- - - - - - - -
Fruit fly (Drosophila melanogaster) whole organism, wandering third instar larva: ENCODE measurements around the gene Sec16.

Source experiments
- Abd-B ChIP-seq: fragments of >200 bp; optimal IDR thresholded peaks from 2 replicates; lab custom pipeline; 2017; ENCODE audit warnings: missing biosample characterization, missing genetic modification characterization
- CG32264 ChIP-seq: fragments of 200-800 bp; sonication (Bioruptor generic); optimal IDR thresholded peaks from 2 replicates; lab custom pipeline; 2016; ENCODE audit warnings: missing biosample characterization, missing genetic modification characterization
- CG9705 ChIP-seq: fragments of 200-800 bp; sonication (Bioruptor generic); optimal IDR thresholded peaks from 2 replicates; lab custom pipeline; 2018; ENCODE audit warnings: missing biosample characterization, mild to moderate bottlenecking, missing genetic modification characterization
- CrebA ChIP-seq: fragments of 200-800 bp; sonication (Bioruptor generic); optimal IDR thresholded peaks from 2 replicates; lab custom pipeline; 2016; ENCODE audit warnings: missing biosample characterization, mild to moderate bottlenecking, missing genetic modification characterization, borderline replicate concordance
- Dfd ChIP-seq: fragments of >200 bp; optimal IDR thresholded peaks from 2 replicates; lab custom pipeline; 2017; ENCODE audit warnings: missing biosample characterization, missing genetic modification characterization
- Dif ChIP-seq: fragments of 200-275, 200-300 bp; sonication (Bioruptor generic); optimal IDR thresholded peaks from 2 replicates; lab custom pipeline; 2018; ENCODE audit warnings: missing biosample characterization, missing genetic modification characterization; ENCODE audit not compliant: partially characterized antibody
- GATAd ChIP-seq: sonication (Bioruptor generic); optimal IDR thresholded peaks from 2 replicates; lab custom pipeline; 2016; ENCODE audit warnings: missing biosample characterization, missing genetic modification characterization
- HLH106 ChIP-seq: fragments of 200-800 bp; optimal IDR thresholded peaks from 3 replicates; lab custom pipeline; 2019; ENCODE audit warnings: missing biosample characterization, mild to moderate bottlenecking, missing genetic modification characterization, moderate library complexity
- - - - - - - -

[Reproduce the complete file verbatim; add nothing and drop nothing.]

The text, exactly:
Fruit fly (Drosophila melanogaster) whole organism, wandering third instar larva: ENCODE measurements around the gene Sec16.

Source experiments
- Abd-B ChIP-seq: fragments of >200 bp; optimal IDR thresholded peaks from 2 replicates; lab custom pipeline; 2017; ENCODE audit warnings: missing biosample characterization, missing genetic modification characterization
- CG32264 ChIP-seq: fragments of 200-800 bp; sonication (Bioruptor generic); optimal IDR thresholded peaks from 2 replicates; lab custom pipeline; 2016; ENCODE audit warnings: missing biosample characterization, missing genetic modification characterization
- CG9705 ChIP-seq: fragments of 200-800 bp; sonication (Bioruptor generic); optimal IDR thresholded peaks from 2 replicates; lab custom pipeline; 2018; ENCODE audit warnings: missing biosample characterization, mild to moderate bottlenecking, missing genetic modification characterization
- CrebA ChIP-seq: fragments of 200-800 bp; sonication (Bioruptor generic); optimal IDR thresholded peaks from 2 replicates; lab custom pipeline; 2016; ENCODE audit warnings: missing biosample characterization, mild to moderate bottlenecking, missing genetic modification characterization, borderline replicate concordance
- Dfd ChIP-seq: fragments of >200 bp; optimal IDR thresholded peaks from 2 replicates; lab custom pipeline; 2017; ENCODE audit warnings: missing biosample characterization, missing genetic modification characterization
- Dif ChIP-seq: fragments of 200-275, 200-300 bp; sonication (Bioruptor generic); optimal IDR thresholded peaks from 2 replicates; lab custom pipeline; 2018; ENCODE audit warnings: missing biosample characterization, missing genetic modification characterization; ENCODE audit not compliant: partially characterized antibody
- GATAd ChIP-seq: sonication (Bioruptor generic); optimal IDR thresholded peaks from 2 replicates; lab custom pipeline; 2016; ENCODE audit warnings: missing biosample characterization, missing genetic modification characterization
- HLH106 ChIP-seq: fragments of 200-800 bp; optimal IDR thresholded peaks from 3 replicates; lab custom pipeline; 2019; ENCODE audit warnings: missing biosample characterization, mild to moderate bottlenecking, missing genetic modification characterization, moderate library complexity